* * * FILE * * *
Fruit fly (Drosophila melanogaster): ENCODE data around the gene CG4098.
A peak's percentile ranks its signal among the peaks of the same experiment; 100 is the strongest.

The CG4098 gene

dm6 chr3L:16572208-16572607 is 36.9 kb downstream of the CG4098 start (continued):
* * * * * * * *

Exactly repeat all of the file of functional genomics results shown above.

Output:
Fruit fly (Drosophila melanogaster): ENCODE data around the gene CG4098.
A peak's percentile ranks its signal among the peaks of the same experiment; 100 is the strongest.

The CG4098 gene

dm6 chr3L:16572208-16572607 is 36.9 kb downstream of the CG4098 start (continued):